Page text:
Lambeth arts centre helps Womxn of Colour find their voices

21 March 2022

Written by: Lambeth Council

Arts, culture and events - Focus on Brixton

Lambeth Adult Learning provider 198 Contemporary Arts & Learning opens new centre in Herne Hill and promotes exciting new arts competition.

Main post content

Lambeth arts centre helps Womxn of Colour find their voices

Black-led and owned visual arts organisation, 198 Contemporary Arts and Learning (198CAL), provides high quality support for Lambeth residents wanting to develop artistically and find careers in the creative industries. Their newly refurbished community hub offers exhibition space, galleries, archives and creative workspaces along with opportunities for learning new skills and finding employment. Helen Hayes  MP for Dulwich and West Norwood visited 198 recently to meet learners from Lambeth Adult Learning and hear how they were developing their practice and careers, as well as how art supported their resilience and wellbeing during Covid-19.  She said on Twitter, “Wonderful new galleries, community & education space & workspace. Such a precious arts institution in our community.”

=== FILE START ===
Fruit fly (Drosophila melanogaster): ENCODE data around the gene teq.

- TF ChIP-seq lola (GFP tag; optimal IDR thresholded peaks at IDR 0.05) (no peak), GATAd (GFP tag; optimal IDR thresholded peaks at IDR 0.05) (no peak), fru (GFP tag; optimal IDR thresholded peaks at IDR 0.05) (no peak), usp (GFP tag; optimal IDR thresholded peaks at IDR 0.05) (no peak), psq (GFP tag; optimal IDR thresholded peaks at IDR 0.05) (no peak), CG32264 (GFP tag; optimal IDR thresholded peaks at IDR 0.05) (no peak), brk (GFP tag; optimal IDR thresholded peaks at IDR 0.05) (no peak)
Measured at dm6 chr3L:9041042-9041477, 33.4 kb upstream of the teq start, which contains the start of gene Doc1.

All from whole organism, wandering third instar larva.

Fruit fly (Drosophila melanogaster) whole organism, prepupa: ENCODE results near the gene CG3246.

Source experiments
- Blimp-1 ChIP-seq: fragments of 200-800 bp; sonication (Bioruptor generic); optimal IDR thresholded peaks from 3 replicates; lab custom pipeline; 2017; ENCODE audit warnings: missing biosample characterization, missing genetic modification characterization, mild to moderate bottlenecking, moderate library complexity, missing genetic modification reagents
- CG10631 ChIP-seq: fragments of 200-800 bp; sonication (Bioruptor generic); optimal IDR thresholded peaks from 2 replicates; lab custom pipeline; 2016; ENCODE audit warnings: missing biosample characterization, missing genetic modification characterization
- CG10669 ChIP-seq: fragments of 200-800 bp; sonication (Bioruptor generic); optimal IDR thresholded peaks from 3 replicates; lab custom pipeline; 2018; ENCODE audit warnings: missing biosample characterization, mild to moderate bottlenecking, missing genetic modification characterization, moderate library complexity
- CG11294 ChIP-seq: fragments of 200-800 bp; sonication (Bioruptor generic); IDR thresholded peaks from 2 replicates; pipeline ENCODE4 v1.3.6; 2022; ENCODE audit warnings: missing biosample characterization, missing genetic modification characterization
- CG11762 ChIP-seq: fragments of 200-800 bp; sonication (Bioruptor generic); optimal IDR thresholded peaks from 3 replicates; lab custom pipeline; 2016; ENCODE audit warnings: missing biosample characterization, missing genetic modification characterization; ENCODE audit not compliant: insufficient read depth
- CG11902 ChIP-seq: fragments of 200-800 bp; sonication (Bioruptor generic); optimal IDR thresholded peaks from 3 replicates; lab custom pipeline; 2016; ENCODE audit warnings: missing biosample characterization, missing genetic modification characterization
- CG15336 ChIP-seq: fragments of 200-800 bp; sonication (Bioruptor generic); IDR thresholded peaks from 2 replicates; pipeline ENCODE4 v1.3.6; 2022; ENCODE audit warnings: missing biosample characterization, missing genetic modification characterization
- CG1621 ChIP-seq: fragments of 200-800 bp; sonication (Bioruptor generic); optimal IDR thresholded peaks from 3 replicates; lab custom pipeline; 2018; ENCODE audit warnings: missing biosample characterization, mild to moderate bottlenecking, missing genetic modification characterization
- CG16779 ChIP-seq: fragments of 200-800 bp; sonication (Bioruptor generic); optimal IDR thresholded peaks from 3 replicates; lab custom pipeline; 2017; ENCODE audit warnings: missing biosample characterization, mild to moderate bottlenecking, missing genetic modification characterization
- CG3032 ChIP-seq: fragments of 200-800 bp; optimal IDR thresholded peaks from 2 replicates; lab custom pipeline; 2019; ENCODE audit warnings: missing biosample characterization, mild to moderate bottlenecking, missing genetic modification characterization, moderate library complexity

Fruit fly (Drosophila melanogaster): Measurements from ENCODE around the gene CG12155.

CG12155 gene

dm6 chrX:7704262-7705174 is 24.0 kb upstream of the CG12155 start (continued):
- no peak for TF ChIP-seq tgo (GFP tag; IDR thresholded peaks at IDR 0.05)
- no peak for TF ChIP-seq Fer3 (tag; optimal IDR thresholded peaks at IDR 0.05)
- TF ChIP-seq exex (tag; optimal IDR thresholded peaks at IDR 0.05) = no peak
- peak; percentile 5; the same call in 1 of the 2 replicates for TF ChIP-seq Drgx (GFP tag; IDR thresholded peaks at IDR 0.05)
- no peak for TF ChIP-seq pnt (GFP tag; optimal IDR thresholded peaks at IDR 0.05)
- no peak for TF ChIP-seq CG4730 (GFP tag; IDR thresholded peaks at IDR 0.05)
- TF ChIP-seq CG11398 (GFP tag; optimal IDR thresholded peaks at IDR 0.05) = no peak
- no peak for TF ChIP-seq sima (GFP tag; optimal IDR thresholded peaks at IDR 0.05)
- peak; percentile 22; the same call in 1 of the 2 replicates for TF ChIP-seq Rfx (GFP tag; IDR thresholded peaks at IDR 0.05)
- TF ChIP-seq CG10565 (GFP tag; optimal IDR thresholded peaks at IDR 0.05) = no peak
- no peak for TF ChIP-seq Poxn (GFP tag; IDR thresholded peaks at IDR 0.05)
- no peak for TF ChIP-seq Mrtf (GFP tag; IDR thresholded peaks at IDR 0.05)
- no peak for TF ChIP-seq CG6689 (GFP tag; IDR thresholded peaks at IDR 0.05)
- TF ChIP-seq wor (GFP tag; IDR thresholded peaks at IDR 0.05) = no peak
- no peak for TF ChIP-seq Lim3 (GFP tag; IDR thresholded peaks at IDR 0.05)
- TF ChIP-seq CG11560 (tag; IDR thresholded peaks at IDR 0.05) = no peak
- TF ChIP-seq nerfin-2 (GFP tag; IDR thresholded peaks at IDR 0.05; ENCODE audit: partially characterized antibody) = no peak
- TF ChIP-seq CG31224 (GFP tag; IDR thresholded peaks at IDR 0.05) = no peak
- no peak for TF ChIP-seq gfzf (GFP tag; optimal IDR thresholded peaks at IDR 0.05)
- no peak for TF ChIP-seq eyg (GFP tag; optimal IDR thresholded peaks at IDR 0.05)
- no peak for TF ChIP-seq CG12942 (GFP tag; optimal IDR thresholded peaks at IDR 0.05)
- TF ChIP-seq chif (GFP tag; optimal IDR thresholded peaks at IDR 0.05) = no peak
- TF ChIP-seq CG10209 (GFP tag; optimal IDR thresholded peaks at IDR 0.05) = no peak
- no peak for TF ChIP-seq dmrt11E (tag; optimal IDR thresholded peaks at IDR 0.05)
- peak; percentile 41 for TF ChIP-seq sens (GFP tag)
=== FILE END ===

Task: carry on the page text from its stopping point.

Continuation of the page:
Celebrating and supporting Womxn of Colour

MP Helen Hayes visits 198

MP Helen Hayes visits 198 Contemporary Arts

Ms Hayes also visited an exhibition celebrating the Womxn of Colour Art Award which provides financial and practical support to help artists develop and further their careers. Director of 198CAL Lucy Davies says, “We are invested in supporting the creative development of Womxn of Colour in Lambeth through initiatives like the Award and by ensuring that our learning programmes such as ‘Step Up’ are accessible for anyone starting out on a journey of artistic discovery.”

Last year’s winner, London resident Maybelle Peters, returned to making art after leaving her job of 15 years and says: “The Award really helped validate my idea and then gave me the support and space I needed to realise it.”

Maybelle remembers visiting 198CAL as a teenager and is inspired to see they are still supporting emerging artists of all ages. She says, “I can’t tell you the impact it had on me. It confirmed that there were black artists making work and getting exhibited. For the first time I saw work that speaks of our history and heritage on a wall in a gallery. Exhibiting and learning something new is so important. Whatever your ideas are about art and galleries, it’s worth trying. It’s nothing but positive.”

More information